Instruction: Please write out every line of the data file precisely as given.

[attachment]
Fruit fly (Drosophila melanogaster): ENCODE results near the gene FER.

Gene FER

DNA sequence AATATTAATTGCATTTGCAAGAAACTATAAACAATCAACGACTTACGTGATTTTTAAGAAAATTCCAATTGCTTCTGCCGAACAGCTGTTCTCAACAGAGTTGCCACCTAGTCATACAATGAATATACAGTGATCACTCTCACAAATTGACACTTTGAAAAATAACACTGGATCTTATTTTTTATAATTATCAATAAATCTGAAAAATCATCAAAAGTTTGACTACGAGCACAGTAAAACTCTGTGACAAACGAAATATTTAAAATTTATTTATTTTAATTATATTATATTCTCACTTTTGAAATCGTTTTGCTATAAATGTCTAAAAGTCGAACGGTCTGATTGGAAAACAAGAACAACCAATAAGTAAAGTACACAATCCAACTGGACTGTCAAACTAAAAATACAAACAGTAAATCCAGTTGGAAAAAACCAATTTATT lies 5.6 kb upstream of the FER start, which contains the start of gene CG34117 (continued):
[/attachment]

Fruit fly (Drosophila melanogaster): ENCODE results near the gene FER.

Gene FER

DNA sequence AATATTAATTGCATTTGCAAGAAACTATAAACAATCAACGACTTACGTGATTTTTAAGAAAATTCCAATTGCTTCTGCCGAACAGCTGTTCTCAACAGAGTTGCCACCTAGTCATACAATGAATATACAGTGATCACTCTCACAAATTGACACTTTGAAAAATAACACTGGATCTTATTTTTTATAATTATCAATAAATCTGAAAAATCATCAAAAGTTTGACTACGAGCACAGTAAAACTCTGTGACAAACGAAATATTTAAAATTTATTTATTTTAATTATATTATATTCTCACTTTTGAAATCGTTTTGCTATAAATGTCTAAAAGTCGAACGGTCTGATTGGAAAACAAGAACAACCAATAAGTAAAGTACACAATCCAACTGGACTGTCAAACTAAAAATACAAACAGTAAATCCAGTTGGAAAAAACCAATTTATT lies 5.6 kb upstream of the FER start, which contains the start of gene CG34117 (continued):